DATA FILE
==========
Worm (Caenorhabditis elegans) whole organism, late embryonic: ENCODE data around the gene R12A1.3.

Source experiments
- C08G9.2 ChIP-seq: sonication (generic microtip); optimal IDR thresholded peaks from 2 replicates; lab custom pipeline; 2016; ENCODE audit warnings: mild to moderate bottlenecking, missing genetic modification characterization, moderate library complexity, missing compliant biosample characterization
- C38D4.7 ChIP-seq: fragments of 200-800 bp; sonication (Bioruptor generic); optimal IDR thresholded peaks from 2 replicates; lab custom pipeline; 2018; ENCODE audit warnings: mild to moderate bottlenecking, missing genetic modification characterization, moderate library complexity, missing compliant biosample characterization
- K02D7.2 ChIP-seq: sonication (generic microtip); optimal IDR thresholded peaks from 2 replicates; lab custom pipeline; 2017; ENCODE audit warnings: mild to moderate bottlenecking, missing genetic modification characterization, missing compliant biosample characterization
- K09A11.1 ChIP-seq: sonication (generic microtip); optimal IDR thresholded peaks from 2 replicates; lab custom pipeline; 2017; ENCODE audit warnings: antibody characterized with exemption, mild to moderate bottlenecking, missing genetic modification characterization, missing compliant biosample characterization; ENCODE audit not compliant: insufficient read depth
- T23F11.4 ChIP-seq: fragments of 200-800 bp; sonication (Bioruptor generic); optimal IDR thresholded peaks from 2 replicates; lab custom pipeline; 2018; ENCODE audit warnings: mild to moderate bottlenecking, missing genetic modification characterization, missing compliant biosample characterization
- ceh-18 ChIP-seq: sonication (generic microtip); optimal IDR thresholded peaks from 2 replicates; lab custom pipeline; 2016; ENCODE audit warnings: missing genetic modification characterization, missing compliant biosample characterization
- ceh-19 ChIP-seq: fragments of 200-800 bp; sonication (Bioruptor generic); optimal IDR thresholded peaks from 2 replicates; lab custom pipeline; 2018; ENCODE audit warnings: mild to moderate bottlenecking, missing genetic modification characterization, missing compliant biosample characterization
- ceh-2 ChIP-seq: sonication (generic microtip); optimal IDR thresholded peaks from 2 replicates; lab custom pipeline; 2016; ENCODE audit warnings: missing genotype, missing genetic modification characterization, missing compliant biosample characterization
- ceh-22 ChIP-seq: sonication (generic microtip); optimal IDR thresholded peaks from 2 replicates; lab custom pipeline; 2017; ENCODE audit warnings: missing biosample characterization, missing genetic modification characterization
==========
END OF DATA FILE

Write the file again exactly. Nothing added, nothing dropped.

Worm (Caenorhabditis elegans) whole organism, late embryonic: ENCODE data around the gene R12A1.3.

Source experiments
- C08G9.2 ChIP-seq: sonication (generic microtip); optimal IDR thresholded peaks from 2 replicates; lab custom pipeline; 2016; ENCODE audit warnings: mild to moderate bottlenecking, missing genetic modification characterization, moderate library complexity, missing compliant biosample characterization
- C38D4.7 ChIP-seq: fragments of 200-800 bp; sonication (Bioruptor generic); optimal IDR thresholded peaks from 2 replicates; lab custom pipeline; 2018; ENCODE audit warnings: mild to moderate bottlenecking, missing genetic modification characterization, moderate library complexity, missing compliant biosample characterization
- K02D7.2 ChIP-seq: sonication (generic microtip); optimal IDR thresholded peaks from 2 replicates; lab custom pipeline; 2017; ENCODE audit warnings: mild to moderate bottlenecking, missing genetic modification characterization, missing compliant biosample characterization
- K09A11.1 ChIP-seq: sonication (generic microtip); optimal IDR thresholded peaks from 2 replicates; lab custom pipeline; 2017; ENCODE audit warnings: antibody characterized with exemption, mild to moderate bottlenecking, missing genetic modification characterization, missing compliant biosample characterization; ENCODE audit not compliant: insufficient read depth
- T23F11.4 ChIP-seq: fragments of 200-800 bp; sonication (Bioruptor generic); optimal IDR thresholded peaks from 2 replicates; lab custom pipeline; 2018; ENCODE audit warnings: mild to moderate bottlenecking, missing genetic modification characterization, missing compliant biosample characterization
- ceh-18 ChIP-seq: sonication (generic microtip); optimal IDR thresholded peaks from 2 replicates; lab custom pipeline; 2016; ENCODE audit warnings: missing genetic modification characterization, missing compliant biosample characterization
- ceh-19 ChIP-seq: fragments of 200-800 bp; sonication (Bioruptor generic); optimal IDR thresholded peaks from 2 replicates; lab custom pipeline; 2018; ENCODE audit warnings: mild to moderate bottlenecking, missing genetic modification characterization, missing compliant biosample characterization
- ceh-2 ChIP-seq: sonication (generic microtip); optimal IDR thresholded peaks from 2 replicates; lab custom pipeline; 2016; ENCODE audit warnings: missing genotype, missing genetic modification characterization, missing compliant biosample characterization
- ceh-22 ChIP-seq: sonication (generic microtip); optimal IDR thresholded peaks from 2 replicates; lab custom pipeline; 2017; ENCODE audit warnings: missing biosample characterization, missing genetic modification characterization